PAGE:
Predictors of Retest Effects in a Longitudinal Study of Cognitive Aging in a Diverse Community-Based Sample

Alden L. Gross, Andreana Benitez, Regina Shih, Katherine J. Bangen, M. Maria M. Glymour, Bonnie Sachs, Shannon Sisco, Jeannine Skinner, Brooke C. Schneider, Jennifer J. Manly

Research output: Contribution to journalArticlepeer-review


Better performance due to repeated testing can bias long-term trajectories of cognitive aging and correlates of change. We examined whether retest effects differ as a function of individual differences pertinent to cognitive aging: race/ethnicity, age, sex, language, years of education, literacy, and dementia risk factors including apolipoprotein E ε4 status, baseline cognitive performance, and cardiovascular risk. We used data from the Washington Heights-Inwood Columbia Aging Project, a community-based cohort of older adults (n = 4073). We modeled cognitive change and retest effects in summary factors for general cognitive performance, memory, executive functioning, and language using multilevel models. Retest effects were parameterized in two ways, as improvement between the first and subsequent testings, and as the square root of the number of prior testings. We evaluated whether the retest effect differed by individual characteristics. The mean retest effect for general cognitive performance was 0.60 standard deviations (95% confidence interval [0.46, 0.74]), and was similar for memory, executive functioning, and language. Retest effects were greater for participants in the lowest quartile of cognitive performance (many of whom met criteria for dementia based on a study algorithm), consistent with regression to the mean. Retest did not differ by other characteristics. Retest effects are large in this community-based sample, but do not vary by demographic or dementia-related characteristics. Differential retest effects may not limit the generalizability of inferences across different groups in longitudinal research. (JINS, 2015, 21, 506-518).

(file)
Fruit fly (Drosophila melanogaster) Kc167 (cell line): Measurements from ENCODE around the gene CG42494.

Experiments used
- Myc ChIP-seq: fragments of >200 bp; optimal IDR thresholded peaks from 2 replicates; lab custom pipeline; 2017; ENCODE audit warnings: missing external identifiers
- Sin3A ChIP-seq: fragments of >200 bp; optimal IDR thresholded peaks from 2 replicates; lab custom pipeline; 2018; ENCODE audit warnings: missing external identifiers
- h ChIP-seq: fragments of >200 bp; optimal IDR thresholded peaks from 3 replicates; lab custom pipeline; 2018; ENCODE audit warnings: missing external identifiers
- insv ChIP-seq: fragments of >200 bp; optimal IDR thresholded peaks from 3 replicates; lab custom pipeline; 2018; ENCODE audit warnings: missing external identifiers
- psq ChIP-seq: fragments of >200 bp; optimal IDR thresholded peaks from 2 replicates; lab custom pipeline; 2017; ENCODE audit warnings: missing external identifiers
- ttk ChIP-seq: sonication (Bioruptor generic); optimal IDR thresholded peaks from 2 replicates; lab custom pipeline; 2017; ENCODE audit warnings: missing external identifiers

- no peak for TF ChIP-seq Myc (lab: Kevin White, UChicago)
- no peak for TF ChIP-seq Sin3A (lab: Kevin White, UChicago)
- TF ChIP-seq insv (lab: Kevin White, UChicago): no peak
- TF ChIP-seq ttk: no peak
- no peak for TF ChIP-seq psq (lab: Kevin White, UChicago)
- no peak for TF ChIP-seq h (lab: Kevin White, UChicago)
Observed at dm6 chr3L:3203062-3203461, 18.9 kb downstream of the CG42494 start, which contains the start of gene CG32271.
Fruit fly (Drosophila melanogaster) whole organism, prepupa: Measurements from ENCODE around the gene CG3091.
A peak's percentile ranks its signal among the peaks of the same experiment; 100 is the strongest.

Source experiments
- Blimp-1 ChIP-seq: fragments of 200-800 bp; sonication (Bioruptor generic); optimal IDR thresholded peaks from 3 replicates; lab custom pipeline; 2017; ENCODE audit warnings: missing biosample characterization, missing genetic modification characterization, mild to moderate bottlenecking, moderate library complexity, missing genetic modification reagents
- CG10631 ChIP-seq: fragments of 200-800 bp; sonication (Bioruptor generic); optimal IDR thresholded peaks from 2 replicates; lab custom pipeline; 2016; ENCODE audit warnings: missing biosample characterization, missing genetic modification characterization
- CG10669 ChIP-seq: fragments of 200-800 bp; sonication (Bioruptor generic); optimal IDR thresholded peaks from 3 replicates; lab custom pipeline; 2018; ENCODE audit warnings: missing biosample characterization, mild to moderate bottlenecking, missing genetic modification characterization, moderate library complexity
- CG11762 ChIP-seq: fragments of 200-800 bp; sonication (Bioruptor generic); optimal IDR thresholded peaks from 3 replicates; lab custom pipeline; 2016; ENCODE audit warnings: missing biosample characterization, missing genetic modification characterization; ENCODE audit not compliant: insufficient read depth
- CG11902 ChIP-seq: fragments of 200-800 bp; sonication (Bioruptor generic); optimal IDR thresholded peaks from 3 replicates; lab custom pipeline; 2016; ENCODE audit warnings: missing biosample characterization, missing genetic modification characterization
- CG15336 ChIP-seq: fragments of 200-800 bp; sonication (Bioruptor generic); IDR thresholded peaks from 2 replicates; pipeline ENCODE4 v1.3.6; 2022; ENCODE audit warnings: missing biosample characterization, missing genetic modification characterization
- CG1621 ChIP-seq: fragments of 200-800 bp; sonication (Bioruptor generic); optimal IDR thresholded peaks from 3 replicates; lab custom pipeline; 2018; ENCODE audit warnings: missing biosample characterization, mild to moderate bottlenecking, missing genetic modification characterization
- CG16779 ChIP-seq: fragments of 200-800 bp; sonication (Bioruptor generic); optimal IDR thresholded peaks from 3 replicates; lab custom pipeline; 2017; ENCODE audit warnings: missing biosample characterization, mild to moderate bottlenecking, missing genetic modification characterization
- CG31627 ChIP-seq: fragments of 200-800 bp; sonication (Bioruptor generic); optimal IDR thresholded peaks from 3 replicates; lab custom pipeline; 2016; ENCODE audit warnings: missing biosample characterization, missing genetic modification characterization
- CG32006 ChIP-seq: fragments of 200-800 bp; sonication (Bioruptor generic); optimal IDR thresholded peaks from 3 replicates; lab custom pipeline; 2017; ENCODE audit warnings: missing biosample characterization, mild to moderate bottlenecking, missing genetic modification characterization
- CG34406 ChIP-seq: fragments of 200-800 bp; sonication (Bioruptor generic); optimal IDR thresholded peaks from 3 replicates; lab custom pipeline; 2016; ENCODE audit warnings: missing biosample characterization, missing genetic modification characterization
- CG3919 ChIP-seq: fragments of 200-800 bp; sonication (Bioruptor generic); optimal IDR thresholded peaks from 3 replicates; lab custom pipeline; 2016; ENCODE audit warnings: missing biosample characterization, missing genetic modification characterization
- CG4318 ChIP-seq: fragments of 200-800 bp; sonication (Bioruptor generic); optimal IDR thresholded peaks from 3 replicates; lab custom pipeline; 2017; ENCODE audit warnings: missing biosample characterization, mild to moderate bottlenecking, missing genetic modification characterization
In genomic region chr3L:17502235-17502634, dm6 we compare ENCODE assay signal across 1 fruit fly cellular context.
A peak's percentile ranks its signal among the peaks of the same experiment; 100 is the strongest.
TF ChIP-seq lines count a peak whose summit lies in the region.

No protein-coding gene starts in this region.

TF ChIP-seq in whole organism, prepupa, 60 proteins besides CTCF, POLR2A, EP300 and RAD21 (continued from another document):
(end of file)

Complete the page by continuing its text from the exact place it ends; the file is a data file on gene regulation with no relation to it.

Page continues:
Original languageEnglish (US)
Pages (from-to)506-518
Number of pages13
JournalJournal of the International Neuropsychological Society
Issue number7
StatePublished - Jun 15 2015


  • Gerontology
  • Individual differences
  • Neuropsychological testing
  • Older adults
  • Practice effect
  • Retest effect

ASJC Scopus subject areas

  • Neuroscience(all)
  • Clinical Psychology
  • Clinical Neurology
  • Psychiatry and Mental health


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